Pandemic policy should be based on new data not outdated media outrage

After nearly a year since COVID-19 started its sweep through the US, the frantic media reports from that time period still seem ingrained in the public psyche, and dictate activity today.

Nicole Russell Texas US

The Washington Post reported that the "CDC finds scant spread of coronavirus in schools with precautions in place." According to researchers from the Centers for Disease Control and Prevention, "in-person learning at schools has resulted in "little evidence" of COVID-19 transmission, especially when safety protocols like mask-wearing and distancing are enforced and other measures in the community to slow the spread are taken."

This is welcome news, of course, but it's not exactly brand new news. Since the summer, similar reports have been released—that children rarely transmit COVID-19, that it was safe for kids to learn in-person, and that the only safety precautions necessary are social distancing and mask-wearing.

The CDC has been recommending in-person school for kids for months. Still, new data often fails to influence intractable teachers unions, school administrators or elected officials toward making significant changes to the status quo established when the pandemic first began. After nearly a year since COVID-19 started its sweep through the US, the frantic media reports from that time period still seem ingrained in the public psyche, and dictate activity today.

There are multiple examples of this. During the beginning months, manufacturing a vaccine was the Holy Grail of the pandemic: to get it was to find life and end all suffering; it was the key to developing herd immunity. Now, we have not one but two vaccines and multiple, qualified distributors. Vaccinating everyone is a difficult process but at least it's begun and in record time.

Still, some groups, like the Teacher's Union in Fairfax County, Virginia, have refused to reopen schools for in-person teaching even if they have the vaccine. Why? Either they're selfish or they're ignorant. If the latter, you can blame the constant media hype, which imparted to worried Americans from the beginning that people that life would need to revolve around this virus and the only acceptable state of being was fear.

Here's another example: California Gov. Gavin Newsom has lifted stay-at-home orders for all regions of the state including hard-hit areas like Southern California. While residents are undoubtedly relieved, some are calling into question the timing, as some publications reported ICU beds in some areas were full as of a few weeks ago.

Critics are suggesting Newsom lifted the order in response to a growing petition to recall the governor via a statewide ballot measure. Regardless, if the spread of COVID was truly a concern and lockdowns really worked, wouldn't they continue? Yet, on the other hand, if they weren't very effective, wouldn't leadership have willingly opened the state up?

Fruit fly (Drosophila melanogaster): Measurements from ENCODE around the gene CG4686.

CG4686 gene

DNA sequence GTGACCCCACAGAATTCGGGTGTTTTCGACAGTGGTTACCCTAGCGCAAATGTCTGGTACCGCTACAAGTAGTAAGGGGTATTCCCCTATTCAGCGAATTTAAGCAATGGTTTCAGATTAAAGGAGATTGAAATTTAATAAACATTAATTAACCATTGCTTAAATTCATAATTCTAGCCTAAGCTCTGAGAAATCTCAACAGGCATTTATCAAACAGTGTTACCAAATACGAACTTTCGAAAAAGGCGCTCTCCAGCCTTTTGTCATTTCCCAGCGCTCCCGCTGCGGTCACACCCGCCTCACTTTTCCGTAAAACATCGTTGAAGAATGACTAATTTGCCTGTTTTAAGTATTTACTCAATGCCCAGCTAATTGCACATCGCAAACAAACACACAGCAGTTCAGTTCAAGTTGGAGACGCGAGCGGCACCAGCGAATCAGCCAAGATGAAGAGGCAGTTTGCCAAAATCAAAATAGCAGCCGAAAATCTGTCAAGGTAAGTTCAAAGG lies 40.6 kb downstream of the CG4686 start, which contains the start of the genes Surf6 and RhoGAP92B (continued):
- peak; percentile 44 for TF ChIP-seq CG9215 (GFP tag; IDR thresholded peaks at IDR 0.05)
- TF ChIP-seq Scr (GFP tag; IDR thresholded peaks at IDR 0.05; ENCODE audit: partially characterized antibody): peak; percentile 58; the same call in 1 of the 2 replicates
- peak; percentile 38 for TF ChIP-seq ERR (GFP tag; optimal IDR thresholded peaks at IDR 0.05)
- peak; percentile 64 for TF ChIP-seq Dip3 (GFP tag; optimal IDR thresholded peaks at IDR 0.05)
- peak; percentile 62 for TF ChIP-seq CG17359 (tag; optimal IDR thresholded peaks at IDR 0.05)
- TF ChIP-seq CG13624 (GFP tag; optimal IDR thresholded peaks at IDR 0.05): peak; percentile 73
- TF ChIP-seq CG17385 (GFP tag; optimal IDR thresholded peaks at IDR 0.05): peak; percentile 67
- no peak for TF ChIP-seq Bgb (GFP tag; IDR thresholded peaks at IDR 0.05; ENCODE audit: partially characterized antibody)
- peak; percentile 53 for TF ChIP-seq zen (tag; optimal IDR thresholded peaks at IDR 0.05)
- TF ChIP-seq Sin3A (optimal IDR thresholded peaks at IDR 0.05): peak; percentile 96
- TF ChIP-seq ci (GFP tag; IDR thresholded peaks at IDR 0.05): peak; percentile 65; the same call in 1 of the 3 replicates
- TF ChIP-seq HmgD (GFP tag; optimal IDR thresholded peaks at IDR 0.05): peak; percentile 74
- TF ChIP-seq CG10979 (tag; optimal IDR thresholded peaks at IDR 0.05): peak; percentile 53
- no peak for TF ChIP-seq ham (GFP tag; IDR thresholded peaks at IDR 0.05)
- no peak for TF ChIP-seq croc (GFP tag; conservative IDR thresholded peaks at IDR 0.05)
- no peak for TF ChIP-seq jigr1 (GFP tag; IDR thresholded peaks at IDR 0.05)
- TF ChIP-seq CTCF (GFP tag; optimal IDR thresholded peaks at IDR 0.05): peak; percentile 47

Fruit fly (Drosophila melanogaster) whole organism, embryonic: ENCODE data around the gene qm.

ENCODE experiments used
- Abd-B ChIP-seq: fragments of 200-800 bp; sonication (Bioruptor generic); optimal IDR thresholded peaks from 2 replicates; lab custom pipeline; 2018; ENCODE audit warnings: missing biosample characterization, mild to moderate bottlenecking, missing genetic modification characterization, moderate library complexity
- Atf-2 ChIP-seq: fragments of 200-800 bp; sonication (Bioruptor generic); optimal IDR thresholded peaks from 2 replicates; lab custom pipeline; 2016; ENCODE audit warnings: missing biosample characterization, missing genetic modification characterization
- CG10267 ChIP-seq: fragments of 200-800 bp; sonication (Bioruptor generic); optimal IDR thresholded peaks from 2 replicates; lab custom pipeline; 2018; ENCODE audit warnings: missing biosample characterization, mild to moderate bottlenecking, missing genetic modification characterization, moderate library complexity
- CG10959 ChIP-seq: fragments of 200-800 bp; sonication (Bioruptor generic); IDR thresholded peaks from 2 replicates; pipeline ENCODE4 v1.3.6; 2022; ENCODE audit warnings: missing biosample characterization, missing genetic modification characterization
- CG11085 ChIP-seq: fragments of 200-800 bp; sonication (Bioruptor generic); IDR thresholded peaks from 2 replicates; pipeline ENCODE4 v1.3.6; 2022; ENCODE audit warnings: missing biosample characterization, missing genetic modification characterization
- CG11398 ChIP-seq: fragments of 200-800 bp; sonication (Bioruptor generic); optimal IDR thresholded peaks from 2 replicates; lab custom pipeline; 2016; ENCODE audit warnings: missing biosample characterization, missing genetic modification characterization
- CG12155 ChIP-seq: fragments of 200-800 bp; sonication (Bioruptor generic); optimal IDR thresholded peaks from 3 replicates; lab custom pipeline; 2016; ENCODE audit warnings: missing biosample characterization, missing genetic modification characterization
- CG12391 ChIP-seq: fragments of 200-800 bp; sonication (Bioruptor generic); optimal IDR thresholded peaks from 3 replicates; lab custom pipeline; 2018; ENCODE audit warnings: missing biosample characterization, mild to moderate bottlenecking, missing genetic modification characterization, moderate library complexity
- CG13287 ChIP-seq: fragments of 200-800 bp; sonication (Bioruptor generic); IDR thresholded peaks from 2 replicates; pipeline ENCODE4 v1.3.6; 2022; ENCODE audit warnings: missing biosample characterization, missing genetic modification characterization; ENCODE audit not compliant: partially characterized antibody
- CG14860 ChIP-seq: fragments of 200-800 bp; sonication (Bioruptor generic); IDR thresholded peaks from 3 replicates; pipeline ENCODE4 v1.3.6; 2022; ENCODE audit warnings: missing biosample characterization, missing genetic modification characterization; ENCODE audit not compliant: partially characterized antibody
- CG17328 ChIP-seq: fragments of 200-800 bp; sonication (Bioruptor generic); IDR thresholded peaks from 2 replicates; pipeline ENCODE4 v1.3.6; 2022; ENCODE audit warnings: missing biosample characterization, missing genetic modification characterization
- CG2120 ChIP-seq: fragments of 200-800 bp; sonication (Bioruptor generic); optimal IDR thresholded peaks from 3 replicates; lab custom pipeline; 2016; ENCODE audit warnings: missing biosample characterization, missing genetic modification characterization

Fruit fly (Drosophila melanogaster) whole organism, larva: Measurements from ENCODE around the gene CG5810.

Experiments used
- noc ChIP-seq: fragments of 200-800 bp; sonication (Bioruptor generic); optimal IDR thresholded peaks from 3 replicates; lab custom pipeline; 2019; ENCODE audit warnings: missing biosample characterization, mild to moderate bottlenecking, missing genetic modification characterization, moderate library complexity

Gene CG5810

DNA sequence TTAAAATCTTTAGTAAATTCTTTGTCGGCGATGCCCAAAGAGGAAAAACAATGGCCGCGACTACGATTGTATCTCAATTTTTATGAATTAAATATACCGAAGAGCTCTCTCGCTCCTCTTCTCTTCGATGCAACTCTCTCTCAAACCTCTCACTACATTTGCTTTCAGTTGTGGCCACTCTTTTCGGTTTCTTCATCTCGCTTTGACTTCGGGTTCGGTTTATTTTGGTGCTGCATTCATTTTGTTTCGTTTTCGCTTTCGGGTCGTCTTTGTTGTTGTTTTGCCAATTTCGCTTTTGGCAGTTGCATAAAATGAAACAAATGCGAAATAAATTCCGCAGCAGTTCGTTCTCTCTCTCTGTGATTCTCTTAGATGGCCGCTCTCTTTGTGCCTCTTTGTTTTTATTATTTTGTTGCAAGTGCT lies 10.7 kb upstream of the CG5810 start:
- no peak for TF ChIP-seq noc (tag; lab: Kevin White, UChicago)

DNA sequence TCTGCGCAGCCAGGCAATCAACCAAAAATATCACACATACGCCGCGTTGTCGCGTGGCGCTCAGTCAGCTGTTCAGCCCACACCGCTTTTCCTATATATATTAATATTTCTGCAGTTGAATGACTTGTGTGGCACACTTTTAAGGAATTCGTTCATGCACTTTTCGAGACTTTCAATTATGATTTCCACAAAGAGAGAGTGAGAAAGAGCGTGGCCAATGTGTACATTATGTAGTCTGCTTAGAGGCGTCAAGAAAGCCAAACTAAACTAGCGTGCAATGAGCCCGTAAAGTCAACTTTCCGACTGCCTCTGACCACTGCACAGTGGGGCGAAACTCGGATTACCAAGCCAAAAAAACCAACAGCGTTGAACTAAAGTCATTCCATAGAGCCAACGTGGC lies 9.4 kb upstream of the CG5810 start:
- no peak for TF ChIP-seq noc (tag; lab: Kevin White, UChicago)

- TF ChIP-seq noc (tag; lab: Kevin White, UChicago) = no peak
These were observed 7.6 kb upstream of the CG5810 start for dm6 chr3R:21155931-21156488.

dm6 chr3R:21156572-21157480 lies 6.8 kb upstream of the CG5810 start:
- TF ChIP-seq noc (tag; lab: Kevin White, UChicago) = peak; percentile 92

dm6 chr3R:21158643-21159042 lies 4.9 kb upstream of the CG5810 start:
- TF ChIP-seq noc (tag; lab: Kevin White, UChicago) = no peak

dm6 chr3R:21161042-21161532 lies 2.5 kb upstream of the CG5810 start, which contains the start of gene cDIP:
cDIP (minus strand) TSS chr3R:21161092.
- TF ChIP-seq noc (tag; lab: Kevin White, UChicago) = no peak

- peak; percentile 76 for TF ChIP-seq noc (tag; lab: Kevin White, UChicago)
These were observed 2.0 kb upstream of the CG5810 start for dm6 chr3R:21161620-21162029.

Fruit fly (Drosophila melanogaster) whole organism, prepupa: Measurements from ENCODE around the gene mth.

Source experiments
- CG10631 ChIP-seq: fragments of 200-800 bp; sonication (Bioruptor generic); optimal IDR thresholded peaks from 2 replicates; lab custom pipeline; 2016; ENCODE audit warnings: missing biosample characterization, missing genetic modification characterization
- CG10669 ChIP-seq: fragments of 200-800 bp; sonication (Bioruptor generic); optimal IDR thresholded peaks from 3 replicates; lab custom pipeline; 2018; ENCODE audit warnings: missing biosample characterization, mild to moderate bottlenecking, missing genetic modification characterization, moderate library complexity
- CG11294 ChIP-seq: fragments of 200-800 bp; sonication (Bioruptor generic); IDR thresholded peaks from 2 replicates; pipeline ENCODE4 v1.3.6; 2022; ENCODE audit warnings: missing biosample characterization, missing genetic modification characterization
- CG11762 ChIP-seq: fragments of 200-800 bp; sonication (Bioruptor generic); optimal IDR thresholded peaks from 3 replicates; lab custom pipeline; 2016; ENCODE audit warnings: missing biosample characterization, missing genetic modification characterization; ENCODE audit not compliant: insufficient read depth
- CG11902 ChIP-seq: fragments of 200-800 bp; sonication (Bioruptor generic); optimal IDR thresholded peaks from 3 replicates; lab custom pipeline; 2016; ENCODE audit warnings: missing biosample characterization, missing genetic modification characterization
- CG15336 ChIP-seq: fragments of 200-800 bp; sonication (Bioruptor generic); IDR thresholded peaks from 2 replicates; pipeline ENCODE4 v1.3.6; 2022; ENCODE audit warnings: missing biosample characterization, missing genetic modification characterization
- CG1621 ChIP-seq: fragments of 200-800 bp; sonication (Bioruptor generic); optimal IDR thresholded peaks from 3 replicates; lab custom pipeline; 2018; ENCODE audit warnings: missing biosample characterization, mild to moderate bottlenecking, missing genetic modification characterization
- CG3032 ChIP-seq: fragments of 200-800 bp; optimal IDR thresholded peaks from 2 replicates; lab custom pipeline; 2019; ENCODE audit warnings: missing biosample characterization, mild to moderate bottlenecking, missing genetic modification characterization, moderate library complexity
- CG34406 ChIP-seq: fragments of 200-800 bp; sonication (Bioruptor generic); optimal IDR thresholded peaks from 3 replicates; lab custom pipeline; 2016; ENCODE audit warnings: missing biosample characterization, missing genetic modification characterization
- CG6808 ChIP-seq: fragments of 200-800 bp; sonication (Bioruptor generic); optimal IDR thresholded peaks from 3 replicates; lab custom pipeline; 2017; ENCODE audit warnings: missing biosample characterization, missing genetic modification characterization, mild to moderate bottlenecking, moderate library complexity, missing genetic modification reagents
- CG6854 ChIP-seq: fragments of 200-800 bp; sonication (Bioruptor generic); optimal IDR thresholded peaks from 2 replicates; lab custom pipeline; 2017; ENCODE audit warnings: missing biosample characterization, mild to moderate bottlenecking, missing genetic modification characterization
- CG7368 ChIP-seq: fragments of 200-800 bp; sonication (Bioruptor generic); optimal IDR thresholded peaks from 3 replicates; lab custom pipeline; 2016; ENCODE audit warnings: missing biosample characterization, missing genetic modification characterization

Twitter user Chef Gruel makes another excellent point: While mitigation—slowing the spread—was the goal, essential businesses have been packed to the gills while in operation, demonstrating lockdowns were selective, arbitrary, and the goalposts have often been moved. Still, the selling point to the public is always the same and it's based on information from the beginning of the pandemic, not new information released since then.

California isn't the only example of COVID measures that seem to be a bit too arbitrary for some people's logic—and a bit too sensationalized in the news. Go to any restaurant, hotel, daycare, or doctor's office—staff and sign postings will reassure incoming patrons that surfaces are being wiped down, linens are cleaned more than normal, and everyone is sanitizing their hands and wearing masks. What? Why?

At the beginning, few understood how COVID-19 spread. So people were getting groceries and arduously wiping them down. CNN posted this detailed how-to video in April 2020. Schools and daycares were closed, in part, because no one could fathom the gargantuan task of keeping such a facility clean all day with hundreds of tiny fingers touching everything.  

However, we've known for months that scientific data shows COVID-19 isn't really transmitted through surfaces, it's mostly transmitted through person to person contact with an infected person's droplets. Really. Yet staff at restaurants, hotels, and the like are still rigorously cleaning surfaces like their lives depend upon it, and they don't.

The beginning months of the pandemic were difficult. It was hard for everyone to understand how this virus operated and how much to fear. The mainstream media did not have an easy task but their burden of responsibility is great. It's never been more clear than it is now, when after months and months of new information or dispelling old myths, people cling to the things first reported when the pandemic began, no matter how untrue they are now.


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